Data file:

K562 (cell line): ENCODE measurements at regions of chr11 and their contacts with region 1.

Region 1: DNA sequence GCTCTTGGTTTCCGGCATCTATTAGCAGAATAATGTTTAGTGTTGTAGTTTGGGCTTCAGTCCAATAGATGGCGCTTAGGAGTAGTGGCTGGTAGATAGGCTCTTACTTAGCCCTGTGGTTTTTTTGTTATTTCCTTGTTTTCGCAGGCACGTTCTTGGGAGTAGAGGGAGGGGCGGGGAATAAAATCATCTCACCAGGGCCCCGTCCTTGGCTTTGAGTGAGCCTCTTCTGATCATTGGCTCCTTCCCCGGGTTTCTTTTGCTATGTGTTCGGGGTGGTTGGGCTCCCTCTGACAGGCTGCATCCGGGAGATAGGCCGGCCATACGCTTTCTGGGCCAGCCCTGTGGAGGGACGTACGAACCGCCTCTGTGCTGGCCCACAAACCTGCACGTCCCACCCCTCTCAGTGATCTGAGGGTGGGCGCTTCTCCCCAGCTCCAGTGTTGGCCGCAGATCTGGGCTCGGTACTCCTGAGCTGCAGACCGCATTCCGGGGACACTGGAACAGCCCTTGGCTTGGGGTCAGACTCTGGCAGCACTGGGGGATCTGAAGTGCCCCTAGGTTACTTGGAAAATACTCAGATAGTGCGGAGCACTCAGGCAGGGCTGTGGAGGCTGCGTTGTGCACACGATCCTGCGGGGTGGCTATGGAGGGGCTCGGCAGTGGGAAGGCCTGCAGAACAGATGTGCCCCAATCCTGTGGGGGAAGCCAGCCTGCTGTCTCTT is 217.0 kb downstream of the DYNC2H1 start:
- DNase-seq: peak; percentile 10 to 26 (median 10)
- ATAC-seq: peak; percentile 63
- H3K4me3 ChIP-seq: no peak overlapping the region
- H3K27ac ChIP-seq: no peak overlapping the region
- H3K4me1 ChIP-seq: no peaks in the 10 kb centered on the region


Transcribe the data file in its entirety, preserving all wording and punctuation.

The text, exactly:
K562 (cell line): ENCODE measurements at regions of chr11 and their contacts with region 1.

Region 1: DNA sequence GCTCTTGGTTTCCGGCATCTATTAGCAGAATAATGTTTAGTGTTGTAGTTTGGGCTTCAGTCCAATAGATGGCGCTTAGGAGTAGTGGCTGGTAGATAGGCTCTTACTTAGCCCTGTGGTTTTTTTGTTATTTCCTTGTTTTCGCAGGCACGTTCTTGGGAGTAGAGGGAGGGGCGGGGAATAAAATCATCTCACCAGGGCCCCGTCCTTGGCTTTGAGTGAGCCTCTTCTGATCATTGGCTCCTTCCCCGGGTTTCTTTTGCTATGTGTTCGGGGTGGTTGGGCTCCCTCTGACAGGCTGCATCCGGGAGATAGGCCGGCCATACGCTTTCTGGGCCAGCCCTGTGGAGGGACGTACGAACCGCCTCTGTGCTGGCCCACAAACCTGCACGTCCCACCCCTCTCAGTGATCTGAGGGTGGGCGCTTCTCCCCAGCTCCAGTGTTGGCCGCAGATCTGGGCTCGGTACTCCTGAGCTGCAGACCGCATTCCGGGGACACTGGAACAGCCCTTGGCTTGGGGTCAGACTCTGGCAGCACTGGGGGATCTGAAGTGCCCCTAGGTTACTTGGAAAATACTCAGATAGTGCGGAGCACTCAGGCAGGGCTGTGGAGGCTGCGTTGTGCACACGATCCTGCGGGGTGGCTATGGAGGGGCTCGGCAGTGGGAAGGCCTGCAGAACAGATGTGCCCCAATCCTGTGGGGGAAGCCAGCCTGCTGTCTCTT is 217.0 kb downstream of the DYNC2H1 start:
- DNase-seq: peak; percentile 10 to 26 (median 10)
- ATAC-seq: peak; percentile 63
- H3K4me3 ChIP-seq: no peak overlapping the region
- H3K27ac ChIP-seq: no peak overlapping the region
- H3K4me1 ChIP-seq: no peaks in the 10 kb centered on the region